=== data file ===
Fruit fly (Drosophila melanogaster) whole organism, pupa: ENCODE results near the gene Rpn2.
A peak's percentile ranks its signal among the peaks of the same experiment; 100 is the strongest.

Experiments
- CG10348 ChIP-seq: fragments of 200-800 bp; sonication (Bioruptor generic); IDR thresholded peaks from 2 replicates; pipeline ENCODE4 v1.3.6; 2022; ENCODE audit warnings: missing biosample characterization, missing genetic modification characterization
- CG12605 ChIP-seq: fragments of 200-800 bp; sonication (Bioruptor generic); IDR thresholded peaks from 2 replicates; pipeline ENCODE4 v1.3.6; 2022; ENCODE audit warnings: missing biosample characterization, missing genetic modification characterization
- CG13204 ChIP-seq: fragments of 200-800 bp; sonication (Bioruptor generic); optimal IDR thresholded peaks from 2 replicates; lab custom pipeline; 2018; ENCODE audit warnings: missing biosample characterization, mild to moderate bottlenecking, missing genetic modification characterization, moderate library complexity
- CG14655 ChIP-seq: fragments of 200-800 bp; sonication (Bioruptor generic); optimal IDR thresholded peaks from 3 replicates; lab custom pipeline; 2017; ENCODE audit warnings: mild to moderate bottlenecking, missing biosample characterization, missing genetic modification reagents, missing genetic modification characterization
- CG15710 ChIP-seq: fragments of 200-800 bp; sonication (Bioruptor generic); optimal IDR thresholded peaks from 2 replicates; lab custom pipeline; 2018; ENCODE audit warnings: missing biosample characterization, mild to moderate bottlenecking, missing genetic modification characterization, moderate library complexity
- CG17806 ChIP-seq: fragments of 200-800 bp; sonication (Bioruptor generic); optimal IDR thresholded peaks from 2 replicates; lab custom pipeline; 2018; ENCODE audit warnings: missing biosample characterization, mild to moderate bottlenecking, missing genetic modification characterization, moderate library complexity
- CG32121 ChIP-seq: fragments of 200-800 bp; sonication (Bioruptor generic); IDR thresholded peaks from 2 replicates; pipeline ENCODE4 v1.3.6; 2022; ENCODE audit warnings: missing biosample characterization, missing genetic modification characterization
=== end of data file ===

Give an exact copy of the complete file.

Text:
Fruit fly (Drosophila melanogaster) whole organism, pupa: ENCODE results near the gene Rpn2.
A peak's percentile ranks its signal among the peaks of the same experiment; 100 is the strongest.

Experiments
- CG10348 ChIP-seq: fragments of 200-800 bp; sonication (Bioruptor generic); IDR thresholded peaks from 2 replicates; pipeline ENCODE4 v1.3.6; 2022; ENCODE audit warnings: missing biosample characterization, missing genetic modification characterization
- CG12605 ChIP-seq: fragments of 200-800 bp; sonication (Bioruptor generic); IDR thresholded peaks from 2 replicates; pipeline ENCODE4 v1.3.6; 2022; ENCODE audit warnings: missing biosample characterization, missing genetic modification characterization
- CG13204 ChIP-seq: fragments of 200-800 bp; sonication (Bioruptor generic); optimal IDR thresholded peaks from 2 replicates; lab custom pipeline; 2018; ENCODE audit warnings: missing biosample characterization, mild to moderate bottlenecking, missing genetic modification characterization, moderate library complexity
- CG14655 ChIP-seq: fragments of 200-800 bp; sonication (Bioruptor generic); optimal IDR thresholded peaks from 3 replicates; lab custom pipeline; 2017; ENCODE audit warnings: mild to moderate bottlenecking, missing biosample characterization, missing genetic modification reagents, missing genetic modification characterization
- CG15710 ChIP-seq: fragments of 200-800 bp; sonication (Bioruptor generic); optimal IDR thresholded peaks from 2 replicates; lab custom pipeline; 2018; ENCODE audit warnings: missing biosample characterization, mild to moderate bottlenecking, missing genetic modification characterization, moderate library complexity
- CG17806 ChIP-seq: fragments of 200-800 bp; sonication (Bioruptor generic); optimal IDR thresholded peaks from 2 replicates; lab custom pipeline; 2018; ENCODE audit warnings: missing biosample characterization, mild to moderate bottlenecking, missing genetic modification characterization, moderate library complexity
- CG32121 ChIP-seq: fragments of 200-800 bp; sonication (Bioruptor generic); IDR thresholded peaks from 2 replicates; pipeline ENCODE4 v1.3.6; 2022; ENCODE audit warnings: missing biosample characterization, missing genetic modification characterization